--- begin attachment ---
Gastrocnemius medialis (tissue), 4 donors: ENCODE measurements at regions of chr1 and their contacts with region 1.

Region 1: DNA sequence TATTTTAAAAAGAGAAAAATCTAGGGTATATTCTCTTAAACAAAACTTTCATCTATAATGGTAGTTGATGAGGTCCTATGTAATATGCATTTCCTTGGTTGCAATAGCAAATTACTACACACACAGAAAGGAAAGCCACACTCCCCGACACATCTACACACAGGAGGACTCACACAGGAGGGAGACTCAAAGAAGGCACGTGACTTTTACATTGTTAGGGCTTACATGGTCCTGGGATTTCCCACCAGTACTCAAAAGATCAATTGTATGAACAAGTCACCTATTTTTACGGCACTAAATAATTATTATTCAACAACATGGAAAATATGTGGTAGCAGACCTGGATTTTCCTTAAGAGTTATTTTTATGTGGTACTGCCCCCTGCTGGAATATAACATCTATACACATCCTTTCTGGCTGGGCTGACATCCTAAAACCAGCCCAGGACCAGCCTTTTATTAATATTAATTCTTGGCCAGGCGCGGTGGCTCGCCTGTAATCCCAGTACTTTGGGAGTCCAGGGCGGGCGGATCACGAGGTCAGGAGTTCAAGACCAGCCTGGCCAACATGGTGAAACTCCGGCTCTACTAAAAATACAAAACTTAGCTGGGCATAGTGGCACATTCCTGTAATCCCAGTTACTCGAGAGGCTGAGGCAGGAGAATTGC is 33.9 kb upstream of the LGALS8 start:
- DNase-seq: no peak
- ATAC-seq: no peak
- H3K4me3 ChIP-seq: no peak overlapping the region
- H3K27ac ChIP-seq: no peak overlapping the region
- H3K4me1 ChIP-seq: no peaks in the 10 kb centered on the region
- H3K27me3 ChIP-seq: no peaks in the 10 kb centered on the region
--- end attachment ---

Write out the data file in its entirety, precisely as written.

Gastrocnemius medialis (tissue), 4 donors: ENCODE measurements at regions of chr1 and their contacts with region 1.

Region 1: DNA sequence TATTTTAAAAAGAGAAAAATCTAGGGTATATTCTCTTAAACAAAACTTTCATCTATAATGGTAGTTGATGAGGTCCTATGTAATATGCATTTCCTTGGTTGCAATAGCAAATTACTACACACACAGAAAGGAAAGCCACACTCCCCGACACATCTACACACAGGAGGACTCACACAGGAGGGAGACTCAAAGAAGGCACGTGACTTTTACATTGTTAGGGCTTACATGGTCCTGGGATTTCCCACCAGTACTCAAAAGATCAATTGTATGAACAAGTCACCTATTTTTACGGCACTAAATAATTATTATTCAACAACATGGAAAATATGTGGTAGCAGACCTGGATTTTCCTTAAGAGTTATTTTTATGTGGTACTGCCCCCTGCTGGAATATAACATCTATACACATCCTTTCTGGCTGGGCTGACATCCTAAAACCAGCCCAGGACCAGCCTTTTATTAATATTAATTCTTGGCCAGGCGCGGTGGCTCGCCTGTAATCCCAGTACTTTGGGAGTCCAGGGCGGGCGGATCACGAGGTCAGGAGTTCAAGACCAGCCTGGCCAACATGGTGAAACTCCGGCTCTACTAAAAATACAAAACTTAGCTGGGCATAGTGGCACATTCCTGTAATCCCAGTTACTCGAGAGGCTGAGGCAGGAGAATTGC is 33.9 kb upstream of the LGALS8 start:
- DNase-seq: no peak
- ATAC-seq: no peak
- H3K4me3 ChIP-seq: no peak overlapping the region
- H3K27ac ChIP-seq: no peak overlapping the region
- H3K4me1 ChIP-seq: no peaks in the 10 kb centered on the region
- H3K27me3 ChIP-seq: no peaks in the 10 kb centered on the region